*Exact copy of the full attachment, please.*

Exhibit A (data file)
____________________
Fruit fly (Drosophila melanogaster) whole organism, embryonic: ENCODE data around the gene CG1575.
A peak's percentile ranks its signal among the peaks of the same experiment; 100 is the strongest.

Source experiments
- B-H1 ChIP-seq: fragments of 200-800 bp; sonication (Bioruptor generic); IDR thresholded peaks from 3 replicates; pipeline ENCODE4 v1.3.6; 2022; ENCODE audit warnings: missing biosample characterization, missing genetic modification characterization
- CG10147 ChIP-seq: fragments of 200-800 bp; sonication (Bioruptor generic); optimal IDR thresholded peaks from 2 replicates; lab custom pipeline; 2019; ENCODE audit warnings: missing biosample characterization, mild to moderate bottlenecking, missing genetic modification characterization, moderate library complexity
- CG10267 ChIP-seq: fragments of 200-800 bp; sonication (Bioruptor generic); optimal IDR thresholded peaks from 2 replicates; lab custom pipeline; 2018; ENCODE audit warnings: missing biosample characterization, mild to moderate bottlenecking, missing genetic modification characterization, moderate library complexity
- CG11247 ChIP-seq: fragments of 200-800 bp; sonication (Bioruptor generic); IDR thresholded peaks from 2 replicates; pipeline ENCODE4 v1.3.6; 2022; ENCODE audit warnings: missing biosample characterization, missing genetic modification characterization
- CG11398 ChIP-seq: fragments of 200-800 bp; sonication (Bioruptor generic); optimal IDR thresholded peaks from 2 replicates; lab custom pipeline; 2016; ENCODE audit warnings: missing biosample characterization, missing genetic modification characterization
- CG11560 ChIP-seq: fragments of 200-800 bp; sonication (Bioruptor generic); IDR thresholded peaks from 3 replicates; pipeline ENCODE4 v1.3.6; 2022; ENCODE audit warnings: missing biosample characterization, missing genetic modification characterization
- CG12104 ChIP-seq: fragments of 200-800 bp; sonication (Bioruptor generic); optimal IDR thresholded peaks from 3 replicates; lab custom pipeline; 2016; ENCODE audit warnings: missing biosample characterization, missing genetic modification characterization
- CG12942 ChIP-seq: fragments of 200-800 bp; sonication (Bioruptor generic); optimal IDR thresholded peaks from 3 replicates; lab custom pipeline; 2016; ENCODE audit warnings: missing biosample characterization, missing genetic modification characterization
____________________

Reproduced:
Fruit fly (Drosophila melanogaster) whole organism, embryonic: ENCODE data around the gene CG1575.
A peak's percentile ranks its signal among the peaks of the same experiment; 100 is the strongest.

Source experiments
- B-H1 ChIP-seq: fragments of 200-800 bp; sonication (Bioruptor generic); IDR thresholded peaks from 3 replicates; pipeline ENCODE4 v1.3.6; 2022; ENCODE audit warnings: missing biosample characterization, missing genetic modification characterization
- CG10147 ChIP-seq: fragments of 200-800 bp; sonication (Bioruptor generic); optimal IDR thresholded peaks from 2 replicates; lab custom pipeline; 2019; ENCODE audit warnings: missing biosample characterization, mild to moderate bottlenecking, missing genetic modification characterization, moderate library complexity
- CG10267 ChIP-seq: fragments of 200-800 bp; sonication (Bioruptor generic); optimal IDR thresholded peaks from 2 replicates; lab custom pipeline; 2018; ENCODE audit warnings: missing biosample characterization, mild to moderate bottlenecking, missing genetic modification characterization, moderate library complexity
- CG11247 ChIP-seq: fragments of 200-800 bp; sonication (Bioruptor generic); IDR thresholded peaks from 2 replicates; pipeline ENCODE4 v1.3.6; 2022; ENCODE audit warnings: missing biosample characterization, missing genetic modification characterization
- CG11398 ChIP-seq: fragments of 200-800 bp; sonication (Bioruptor generic); optimal IDR thresholded peaks from 2 replicates; lab custom pipeline; 2016; ENCODE audit warnings: missing biosample characterization, missing genetic modification characterization
- CG11560 ChIP-seq: fragments of 200-800 bp; sonication (Bioruptor generic); IDR thresholded peaks from 3 replicates; pipeline ENCODE4 v1.3.6; 2022; ENCODE audit warnings: missing biosample characterization, missing genetic modification characterization
- CG12104 ChIP-seq: fragments of 200-800 bp; sonication (Bioruptor generic); optimal IDR thresholded peaks from 3 replicates; lab custom pipeline; 2016; ENCODE audit warnings: missing biosample characterization, missing genetic modification characterization
- CG12942 ChIP-seq: fragments of 200-800 bp; sonication (Bioruptor generic); optimal IDR thresholded peaks from 3 replicates; lab custom pipeline; 2016; ENCODE audit warnings: missing biosample characterization, missing genetic modification characterization